Methodological Procedures and Definitions
The standardized process for developing quality indicators was initialized within a workshop in November 2003 and ended after 4 additional workshops in December 2005. During the first meeting, methodological procedures to define quality indicators were agreed on. For this purpose published national and international recommendations for developing indicators of quality of health care were reviewed and presented in a standardized way.8,18,19 In addition, experiences from research groups actually developing performance measures for stroke were reported.11,16,20 The board decided to use the recommendations of the First Scientific Forum on Assessment of Quality of Care and Outcomes Research in Cardiovascular Disease and Stroke8 and the Standards for Defining Clinical Performance Measures in Germany18 as the basis of this development.
Definition of the Term Quality Indicator
The following definitions of the term quality indicator were used8,18: “quality indicators” are explicit standards of care against which actual clinical practice is judged; quality indicators should be followed for all suitable patients with the exception of extraordinary circumstances; quality indicators must also define how to practically identify those patients for whom a specific action should be taken; evidence-based guidelines can be used as a basis for their development but quality indicators are no guidelines.
Dimensions of Health Care to be Covered
The Donabedian concept was chosen as principle basis for the dimensions of acute stroke care to be covered by indicators.21 According to this concept, healthcare quality can be separated into structure, process and outcome.21 To consider relevance of different healthcare domains more carefully,8 the board decided to add the different phases prehospital, in-hospital/acute and postacute stroke care to the Donabedian concept, yielding in total 9 components of stroke care to be covered by indicators. These components served as a structural framework for selecting performance measures. For each dimension of health care, indicators were aimed to be defined to provide a profile of indicators without overemphasizing specific components.18
Methodological Requirements of Quality Indicators
Methodological requirements for ensuring validity of quality indicators were defined as follows8,18: a quality indicator must be meaningful; any potential indicator must be either a meaningful outcome to patients and society or closely related to such an outcome; the indicator must be valid and reliable; to serve as a useful marker of healthcare quality, it must be possible to measure structure, process, or outcome of interest; the indicator must be adjustable for patient variability so that observed differences between hospitals are attributed to the hospital performance and not caused by differences in patient characteristics; the indicator can be modified by improvements in processes of care, requiring variability after risk adjustment among hospitals; measuring performance of healthcare providers must be feasible on a routine basis.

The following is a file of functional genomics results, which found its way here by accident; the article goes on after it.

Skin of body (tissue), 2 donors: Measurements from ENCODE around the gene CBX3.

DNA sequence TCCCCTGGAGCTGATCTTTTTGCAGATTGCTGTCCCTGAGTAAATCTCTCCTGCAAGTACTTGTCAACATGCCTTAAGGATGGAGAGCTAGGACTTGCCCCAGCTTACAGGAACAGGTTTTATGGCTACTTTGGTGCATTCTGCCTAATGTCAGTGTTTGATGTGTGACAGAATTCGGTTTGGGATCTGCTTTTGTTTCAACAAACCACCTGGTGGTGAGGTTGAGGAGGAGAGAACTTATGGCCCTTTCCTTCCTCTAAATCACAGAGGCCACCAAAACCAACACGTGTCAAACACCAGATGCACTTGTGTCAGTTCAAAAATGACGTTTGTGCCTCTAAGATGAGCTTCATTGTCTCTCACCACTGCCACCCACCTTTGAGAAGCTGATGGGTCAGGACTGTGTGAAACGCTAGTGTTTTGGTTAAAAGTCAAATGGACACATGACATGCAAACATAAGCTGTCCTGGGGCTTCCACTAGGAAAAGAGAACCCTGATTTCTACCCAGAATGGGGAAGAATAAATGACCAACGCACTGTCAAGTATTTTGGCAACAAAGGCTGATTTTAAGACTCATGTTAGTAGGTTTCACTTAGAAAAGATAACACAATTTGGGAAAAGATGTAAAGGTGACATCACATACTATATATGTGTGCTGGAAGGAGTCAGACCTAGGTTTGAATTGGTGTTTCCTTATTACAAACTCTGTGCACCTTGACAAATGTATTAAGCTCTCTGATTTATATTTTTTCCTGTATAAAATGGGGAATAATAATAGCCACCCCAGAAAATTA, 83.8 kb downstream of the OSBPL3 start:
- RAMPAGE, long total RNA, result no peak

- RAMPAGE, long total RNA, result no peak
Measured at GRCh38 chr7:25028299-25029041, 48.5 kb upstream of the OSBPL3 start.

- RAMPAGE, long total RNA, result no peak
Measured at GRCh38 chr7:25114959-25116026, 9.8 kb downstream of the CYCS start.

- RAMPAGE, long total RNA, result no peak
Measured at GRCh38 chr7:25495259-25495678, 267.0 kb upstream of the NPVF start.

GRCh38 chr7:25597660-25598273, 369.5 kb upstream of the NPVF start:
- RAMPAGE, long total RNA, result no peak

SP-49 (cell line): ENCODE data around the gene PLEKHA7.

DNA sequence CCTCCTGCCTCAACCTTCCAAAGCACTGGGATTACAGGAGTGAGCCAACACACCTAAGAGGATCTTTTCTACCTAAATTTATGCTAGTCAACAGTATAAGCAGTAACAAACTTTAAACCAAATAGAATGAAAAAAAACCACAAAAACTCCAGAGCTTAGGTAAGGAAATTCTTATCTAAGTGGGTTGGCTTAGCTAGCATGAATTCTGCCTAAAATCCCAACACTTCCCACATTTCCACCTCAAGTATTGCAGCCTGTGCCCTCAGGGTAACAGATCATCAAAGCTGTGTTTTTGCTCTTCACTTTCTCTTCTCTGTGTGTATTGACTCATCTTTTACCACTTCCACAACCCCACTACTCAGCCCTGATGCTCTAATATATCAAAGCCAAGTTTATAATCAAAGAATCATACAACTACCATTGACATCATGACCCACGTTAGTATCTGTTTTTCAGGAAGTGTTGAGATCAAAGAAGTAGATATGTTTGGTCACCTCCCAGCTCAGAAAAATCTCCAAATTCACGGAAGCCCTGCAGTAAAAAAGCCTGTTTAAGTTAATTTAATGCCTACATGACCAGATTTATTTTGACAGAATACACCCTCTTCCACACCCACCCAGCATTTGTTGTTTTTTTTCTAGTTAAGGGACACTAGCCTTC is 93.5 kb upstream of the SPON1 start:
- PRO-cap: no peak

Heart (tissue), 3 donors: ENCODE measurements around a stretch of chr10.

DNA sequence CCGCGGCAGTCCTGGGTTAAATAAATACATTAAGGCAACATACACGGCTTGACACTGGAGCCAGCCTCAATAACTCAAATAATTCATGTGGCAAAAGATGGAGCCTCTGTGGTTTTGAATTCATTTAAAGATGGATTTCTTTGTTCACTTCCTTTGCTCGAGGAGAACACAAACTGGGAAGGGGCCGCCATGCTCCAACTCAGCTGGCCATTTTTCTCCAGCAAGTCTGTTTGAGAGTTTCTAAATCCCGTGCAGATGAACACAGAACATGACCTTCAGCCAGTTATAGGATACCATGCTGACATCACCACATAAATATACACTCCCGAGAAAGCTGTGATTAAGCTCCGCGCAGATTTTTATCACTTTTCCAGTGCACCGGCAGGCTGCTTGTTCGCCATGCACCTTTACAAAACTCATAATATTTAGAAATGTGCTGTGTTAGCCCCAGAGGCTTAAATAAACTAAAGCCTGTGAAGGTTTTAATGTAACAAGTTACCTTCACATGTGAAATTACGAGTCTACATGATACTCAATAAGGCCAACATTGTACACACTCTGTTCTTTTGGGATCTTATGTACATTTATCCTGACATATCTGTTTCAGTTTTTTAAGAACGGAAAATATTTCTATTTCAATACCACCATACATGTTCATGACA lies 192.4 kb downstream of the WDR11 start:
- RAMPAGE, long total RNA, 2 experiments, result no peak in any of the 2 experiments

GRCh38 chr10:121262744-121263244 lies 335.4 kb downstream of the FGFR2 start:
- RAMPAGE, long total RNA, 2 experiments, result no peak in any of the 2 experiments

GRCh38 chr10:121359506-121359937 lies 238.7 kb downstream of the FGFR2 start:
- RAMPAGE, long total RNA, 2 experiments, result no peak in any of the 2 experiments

Presentation of Quality Indicators
Following a proposal of the Joint Commission on Accreditation of Healthcare Organizations9 it was decided that a standardized report for each quality indicator should be provided. The report included: component of healthcare quality to be covered; rationale for selecting the indicator including references (original publications, guidelines and consensus statements); definition of suitable patients for whom the quality indicator is valid (included and excluded population for numerator and denominator); possible adjustment for patient variability; way of data report (eg, rate or proportion).
Selection of Quality Indicators
The board agreed to define potential indicators for measuring quality of stroke care in 2 steps. First, potential quality indicators for each dimension of health care to be covered were defined. Different working groups were constituted each responsible for a specific healthcare domain. Within each working group clinicians, epidemiologists and experts in quality management were represented. Previously published recommendations and indicator sets as well as individual experience of the members of the working group were regarded for the preselection of indicators. Potential indicators were suggested by the working groups, reviewed and finally selected after consensus of the whole board.